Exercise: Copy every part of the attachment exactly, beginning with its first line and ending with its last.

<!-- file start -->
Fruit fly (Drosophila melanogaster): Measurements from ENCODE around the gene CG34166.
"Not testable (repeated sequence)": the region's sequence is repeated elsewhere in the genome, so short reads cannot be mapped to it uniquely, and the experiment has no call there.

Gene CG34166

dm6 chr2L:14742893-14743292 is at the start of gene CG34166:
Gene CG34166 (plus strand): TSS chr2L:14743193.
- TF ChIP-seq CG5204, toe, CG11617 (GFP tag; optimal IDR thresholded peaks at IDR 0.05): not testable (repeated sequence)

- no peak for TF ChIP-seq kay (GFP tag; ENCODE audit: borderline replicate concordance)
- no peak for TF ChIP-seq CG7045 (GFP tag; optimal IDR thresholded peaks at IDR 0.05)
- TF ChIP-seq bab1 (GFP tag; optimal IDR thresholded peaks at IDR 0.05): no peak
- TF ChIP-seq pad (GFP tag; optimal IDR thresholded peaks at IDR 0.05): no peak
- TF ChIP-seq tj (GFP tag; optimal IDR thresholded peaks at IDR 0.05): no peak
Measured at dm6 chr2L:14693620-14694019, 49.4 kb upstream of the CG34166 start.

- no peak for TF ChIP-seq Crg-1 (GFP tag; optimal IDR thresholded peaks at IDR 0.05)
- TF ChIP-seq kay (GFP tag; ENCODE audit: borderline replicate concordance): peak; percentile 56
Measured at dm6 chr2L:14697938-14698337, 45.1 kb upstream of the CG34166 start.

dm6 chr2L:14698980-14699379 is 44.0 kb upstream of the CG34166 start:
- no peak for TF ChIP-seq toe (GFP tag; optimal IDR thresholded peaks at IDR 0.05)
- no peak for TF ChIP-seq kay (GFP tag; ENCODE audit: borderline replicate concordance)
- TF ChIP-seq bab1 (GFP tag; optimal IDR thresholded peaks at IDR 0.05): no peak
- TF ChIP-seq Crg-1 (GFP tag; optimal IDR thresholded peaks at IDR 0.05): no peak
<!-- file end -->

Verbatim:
Fruit fly (Drosophila melanogaster): Measurements from ENCODE around the gene CG34166.
"Not testable (repeated sequence)": the region's sequence is repeated elsewhere in the genome, so short reads cannot be mapped to it uniquely, and the experiment has no call there.

Gene CG34166

dm6 chr2L:14742893-14743292 is at the start of gene CG34166:
Gene CG34166 (plus strand): TSS chr2L:14743193.
- TF ChIP-seq CG5204, toe, CG11617 (GFP tag; optimal IDR thresholded peaks at IDR 0.05): not testable (repeated sequence)

- no peak for TF ChIP-seq kay (GFP tag; ENCODE audit: borderline replicate concordance)
- no peak for TF ChIP-seq CG7045 (GFP tag; optimal IDR thresholded peaks at IDR 0.05)
- TF ChIP-seq bab1 (GFP tag; optimal IDR thresholded peaks at IDR 0.05): no peak
- TF ChIP-seq pad (GFP tag; optimal IDR thresholded peaks at IDR 0.05): no peak
- TF ChIP-seq tj (GFP tag; optimal IDR thresholded peaks at IDR 0.05): no peak
Measured at dm6 chr2L:14693620-14694019, 49.4 kb upstream of the CG34166 start.

- no peak for TF ChIP-seq Crg-1 (GFP tag; optimal IDR thresholded peaks at IDR 0.05)
- TF ChIP-seq kay (GFP tag; ENCODE audit: borderline replicate concordance): peak; percentile 56
Measured at dm6 chr2L:14697938-14698337, 45.1 kb upstream of the CG34166 start.

dm6 chr2L:14698980-14699379 is 44.0 kb upstream of the CG34166 start:
- no peak for TF ChIP-seq toe (GFP tag; optimal IDR thresholded peaks at IDR 0.05)
- no peak for TF ChIP-seq kay (GFP tag; ENCODE audit: borderline replicate concordance)
- TF ChIP-seq bab1 (GFP tag; optimal IDR thresholded peaks at IDR 0.05): no peak
- TF ChIP-seq Crg-1 (GFP tag; optimal IDR thresholded peaks at IDR 0.05): no peak